Several people on my trip questioned me about the legality and fairness of not paying for all that music. Some of my collection was copied from legitimately purchased CD’s. That certainly is no different than selling or giving away book that you’ve purchased. You pay for the book once, what happens after that is at your discretion.

Most however, was originally downloaded without payment from the internet. There are different ways to look at that part. In the first case, somebody must’ve purchased that music before it got to the internet, so at least in theory it also should be possible to share it. Of course, it’s a lot different sharing music with millions of people than with a few friends.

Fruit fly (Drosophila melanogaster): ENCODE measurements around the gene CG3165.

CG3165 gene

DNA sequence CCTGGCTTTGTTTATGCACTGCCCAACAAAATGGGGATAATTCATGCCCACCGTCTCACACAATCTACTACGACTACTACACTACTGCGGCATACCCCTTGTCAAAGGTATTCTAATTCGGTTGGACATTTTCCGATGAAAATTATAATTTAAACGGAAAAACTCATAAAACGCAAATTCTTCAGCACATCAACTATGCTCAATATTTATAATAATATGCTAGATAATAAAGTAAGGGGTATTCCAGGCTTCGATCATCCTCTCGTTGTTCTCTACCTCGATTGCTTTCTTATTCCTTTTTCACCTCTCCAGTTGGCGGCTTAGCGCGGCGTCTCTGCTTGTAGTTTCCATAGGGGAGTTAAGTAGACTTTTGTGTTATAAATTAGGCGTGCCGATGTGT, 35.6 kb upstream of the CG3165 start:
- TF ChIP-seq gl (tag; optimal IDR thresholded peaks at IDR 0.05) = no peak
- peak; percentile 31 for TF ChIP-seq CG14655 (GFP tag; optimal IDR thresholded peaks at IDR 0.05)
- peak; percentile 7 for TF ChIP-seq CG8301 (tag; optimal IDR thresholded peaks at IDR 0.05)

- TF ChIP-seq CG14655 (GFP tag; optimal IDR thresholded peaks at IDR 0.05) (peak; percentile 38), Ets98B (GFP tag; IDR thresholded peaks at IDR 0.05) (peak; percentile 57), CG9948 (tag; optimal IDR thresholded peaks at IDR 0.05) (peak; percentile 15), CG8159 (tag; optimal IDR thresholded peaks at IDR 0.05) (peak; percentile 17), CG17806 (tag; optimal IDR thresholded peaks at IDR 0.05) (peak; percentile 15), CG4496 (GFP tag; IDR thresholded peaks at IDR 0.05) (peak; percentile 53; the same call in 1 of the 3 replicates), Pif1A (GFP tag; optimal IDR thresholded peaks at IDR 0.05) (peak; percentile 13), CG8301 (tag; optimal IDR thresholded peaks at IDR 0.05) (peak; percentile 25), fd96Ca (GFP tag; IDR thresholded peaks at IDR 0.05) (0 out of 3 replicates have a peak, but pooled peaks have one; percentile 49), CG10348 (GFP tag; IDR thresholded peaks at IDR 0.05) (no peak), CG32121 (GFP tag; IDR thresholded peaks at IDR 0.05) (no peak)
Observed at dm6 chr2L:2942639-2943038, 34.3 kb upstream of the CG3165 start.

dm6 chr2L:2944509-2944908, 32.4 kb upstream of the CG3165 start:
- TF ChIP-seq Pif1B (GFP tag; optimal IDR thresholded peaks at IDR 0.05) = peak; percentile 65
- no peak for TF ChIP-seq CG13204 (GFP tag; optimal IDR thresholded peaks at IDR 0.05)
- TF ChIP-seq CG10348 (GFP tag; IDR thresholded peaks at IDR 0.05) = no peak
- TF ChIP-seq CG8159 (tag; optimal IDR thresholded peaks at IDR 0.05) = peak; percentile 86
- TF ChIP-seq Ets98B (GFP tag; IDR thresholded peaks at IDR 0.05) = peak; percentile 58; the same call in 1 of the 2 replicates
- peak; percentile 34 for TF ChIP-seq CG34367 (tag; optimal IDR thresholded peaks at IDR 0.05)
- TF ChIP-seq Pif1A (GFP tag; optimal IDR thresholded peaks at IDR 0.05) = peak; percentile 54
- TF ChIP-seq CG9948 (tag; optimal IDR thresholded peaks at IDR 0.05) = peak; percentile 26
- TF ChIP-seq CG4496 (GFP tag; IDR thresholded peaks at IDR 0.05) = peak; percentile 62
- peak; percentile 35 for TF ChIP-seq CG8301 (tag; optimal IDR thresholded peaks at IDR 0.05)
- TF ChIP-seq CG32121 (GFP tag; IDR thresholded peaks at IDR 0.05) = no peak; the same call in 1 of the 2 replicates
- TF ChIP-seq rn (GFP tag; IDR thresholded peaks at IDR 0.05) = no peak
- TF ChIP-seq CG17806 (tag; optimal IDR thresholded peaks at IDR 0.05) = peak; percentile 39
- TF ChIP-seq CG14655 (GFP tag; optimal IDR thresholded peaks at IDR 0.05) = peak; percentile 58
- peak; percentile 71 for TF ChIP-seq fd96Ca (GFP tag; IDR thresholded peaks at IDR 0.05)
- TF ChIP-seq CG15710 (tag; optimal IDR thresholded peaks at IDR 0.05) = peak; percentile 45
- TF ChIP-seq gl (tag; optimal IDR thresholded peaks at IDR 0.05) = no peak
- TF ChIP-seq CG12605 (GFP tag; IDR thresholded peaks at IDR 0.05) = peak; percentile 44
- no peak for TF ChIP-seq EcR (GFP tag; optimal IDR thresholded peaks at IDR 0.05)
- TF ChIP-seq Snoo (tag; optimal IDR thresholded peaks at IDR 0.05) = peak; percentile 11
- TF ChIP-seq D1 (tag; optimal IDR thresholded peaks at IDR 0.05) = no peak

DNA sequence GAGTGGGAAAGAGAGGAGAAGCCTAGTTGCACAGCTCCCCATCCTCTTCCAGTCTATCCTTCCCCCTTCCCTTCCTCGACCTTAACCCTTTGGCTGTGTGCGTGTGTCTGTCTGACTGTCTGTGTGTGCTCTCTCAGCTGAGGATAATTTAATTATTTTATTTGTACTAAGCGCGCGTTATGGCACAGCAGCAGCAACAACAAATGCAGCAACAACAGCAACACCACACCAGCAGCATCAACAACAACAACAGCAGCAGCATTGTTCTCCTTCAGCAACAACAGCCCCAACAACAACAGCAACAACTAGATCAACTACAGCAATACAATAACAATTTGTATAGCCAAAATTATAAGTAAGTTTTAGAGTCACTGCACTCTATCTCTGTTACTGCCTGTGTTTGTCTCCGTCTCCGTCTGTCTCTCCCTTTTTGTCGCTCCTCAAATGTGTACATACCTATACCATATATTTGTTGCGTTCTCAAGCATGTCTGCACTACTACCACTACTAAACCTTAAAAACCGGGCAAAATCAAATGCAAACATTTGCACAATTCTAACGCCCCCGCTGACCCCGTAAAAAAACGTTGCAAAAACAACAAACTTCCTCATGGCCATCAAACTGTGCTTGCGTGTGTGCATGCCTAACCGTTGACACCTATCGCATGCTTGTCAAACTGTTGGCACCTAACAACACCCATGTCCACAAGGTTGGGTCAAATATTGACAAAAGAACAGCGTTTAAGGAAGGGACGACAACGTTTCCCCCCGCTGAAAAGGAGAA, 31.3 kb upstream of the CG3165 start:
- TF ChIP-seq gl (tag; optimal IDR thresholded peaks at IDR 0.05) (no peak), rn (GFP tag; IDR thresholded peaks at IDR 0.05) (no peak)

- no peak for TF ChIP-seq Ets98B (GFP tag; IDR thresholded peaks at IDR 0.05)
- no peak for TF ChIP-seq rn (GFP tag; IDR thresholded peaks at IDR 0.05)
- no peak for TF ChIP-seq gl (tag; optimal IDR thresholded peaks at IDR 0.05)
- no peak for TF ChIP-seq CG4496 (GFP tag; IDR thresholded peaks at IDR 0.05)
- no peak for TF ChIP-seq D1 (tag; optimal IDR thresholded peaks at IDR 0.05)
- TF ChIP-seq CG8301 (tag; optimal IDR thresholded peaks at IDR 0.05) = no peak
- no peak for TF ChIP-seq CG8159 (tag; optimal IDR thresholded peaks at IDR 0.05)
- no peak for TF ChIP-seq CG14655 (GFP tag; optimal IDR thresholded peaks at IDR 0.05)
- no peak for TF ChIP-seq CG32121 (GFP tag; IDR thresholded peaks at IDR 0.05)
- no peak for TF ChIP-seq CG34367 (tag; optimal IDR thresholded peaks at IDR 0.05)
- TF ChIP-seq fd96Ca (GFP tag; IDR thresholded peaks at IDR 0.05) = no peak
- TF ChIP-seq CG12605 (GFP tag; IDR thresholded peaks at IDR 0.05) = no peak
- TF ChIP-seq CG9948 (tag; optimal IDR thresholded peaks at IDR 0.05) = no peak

The option here is not between having the music for free or paying for it, but having it for free or not having it at all. Frankly, of the 1700 or so albums in my collection, there are easily hundreds I’ve never listened to, even in part. The friend I picked up the bulk of my music from was really into African and other ethnic so I may have several CD’s by an artist neither you nor I have ever heard of.

Data storage is now so cheap it isn’t worth deleting that music unless I really need the space. Meanwhile, I may actually queue it up sometime, and maybe even tell others if I really like it. Music sharing has in effect spread those artists work far and wide. I am listening to music by artists I would never have known existed otherwise, but of course, they are not getting paid for their work and talent. (As an aside, it’s worth noting that artists only receive about 7% of the list price of a CD.)